In 1776 an unfortunate woman was found taking refuge under a haystack. She was said to be quite young, very beautiful and well mannered. By day she would seek charity from the local people, but at night she would always return to the haystack. Ladies from the nearby town, who knew of her situation, provided her with food and begged her to seek proper shelter. The young woman would decline saying only that “trouble and misery dwelt in houses.” She retained residence in the haystack for nearly four years refusing the protection of a roof even in winter.
Hannah More, an English writer and philanthropist, took up the cause of the Lady of the Haystack. Hanna found her “handsome, young, interesting, enough Mistress of her reason carefully to shut up from our observation every avenue that might lead to her secret.” Hannah had her removed to a private lunatic asylum, paid for her food, clothing and a personal attendant.
When asked, The Lady of the Haystack declined to give any account of her birthplace, parentage, or past life, though from casual remarks it was inferred that her family was of high distinction. A peculiar accent led observers to suppose that she was a foreigner. It believed that she was the illegitimate daughter of the Emperor Francis I, emperor of Austria, and thus a half-sister to Marie Antoinette. The Empress had her arrested and secreted off to Belgium where a small number of coins "were put into her hands, and she was abandoned to her wretched destiny."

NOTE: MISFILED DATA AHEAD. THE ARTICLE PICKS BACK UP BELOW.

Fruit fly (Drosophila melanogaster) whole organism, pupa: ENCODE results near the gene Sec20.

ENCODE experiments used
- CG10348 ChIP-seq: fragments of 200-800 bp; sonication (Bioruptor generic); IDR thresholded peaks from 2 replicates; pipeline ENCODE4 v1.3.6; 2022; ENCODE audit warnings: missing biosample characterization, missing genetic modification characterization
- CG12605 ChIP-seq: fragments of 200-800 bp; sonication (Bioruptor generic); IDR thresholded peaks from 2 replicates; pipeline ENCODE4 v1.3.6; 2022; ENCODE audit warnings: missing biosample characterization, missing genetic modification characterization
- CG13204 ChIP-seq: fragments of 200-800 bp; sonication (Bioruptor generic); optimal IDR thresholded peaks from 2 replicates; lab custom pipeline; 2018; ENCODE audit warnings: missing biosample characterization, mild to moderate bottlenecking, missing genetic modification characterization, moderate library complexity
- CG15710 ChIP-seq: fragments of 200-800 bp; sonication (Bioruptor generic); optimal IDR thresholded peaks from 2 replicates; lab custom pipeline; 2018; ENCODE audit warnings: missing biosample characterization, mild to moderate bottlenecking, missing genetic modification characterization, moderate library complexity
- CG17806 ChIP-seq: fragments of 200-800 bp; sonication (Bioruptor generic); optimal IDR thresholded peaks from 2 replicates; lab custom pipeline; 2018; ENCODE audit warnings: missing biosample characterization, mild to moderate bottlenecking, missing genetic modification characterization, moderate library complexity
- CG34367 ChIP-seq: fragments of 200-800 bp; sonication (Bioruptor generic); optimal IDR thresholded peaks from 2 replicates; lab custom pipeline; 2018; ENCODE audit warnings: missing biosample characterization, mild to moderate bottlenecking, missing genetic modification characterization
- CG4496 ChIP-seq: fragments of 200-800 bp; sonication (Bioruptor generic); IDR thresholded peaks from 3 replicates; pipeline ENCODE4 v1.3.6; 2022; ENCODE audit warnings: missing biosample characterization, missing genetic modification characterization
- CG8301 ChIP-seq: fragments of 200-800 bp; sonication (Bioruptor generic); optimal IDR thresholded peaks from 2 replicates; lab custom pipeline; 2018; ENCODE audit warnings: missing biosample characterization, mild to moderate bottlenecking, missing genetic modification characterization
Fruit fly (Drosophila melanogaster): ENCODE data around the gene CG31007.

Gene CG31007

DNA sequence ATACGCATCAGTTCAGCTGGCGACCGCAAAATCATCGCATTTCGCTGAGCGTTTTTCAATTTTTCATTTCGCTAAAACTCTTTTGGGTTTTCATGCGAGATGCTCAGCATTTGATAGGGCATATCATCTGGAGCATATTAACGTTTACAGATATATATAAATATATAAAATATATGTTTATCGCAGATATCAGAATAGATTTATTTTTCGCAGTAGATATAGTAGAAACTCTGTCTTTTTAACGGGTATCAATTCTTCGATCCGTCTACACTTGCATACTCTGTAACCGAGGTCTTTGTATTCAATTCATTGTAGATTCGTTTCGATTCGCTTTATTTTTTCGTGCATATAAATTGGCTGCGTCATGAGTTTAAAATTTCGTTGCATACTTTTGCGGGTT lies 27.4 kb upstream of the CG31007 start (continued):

Hanna wrote of her ward in “A Tale of Real Woe”, offering what little she had been able to learn about the woman: “that her Father was a German, her Mother an Italian; that she has one brother and one Sister; that her father had a very fine garden full of olive and orange Trees.”
The Lady of the Haystack spent the last 16 years of her life in the asylum eventually degenerating into helpless idiocy. She died in December, 1800. Miss More continued to the last to contribute towards her maintenance, and paid the expenses of her funeral. The mystery surrounding the Lady was never cleared up and when she died, she took her secret with her.
The Lady of the Haystack may have been half-baked but these yummy haystacks are no-bake.
These cookies are extremely easy to make and make a fun introduction to the kitchen for children.
3 Cups Quick Cooking Oats
1 Cup Flaked Coconut
1 Cup Roasted Peanuts, Chopped
2 Cups White Sugar
1/2 Cup Milk
1/4 Cup Butter
1/4 Cup Unsweetened Cocoa Powder
1 Teaspoon Vanilla
Mix the oats, coconut, and peanuts together in a large bowl.
Stir the sugar, milk, butter, and cocoa powder together in a saucepan and bring to a boil; boil for 1 minute and immediately remove from heat.
Stir the vanilla into the cocoa mixture; pour over the oat mixture and stir to coat.
Scoop heaping tablespoonfuls of the mixture and drop into haystack-like piles onto waxed paper; allow to cool completely before serving.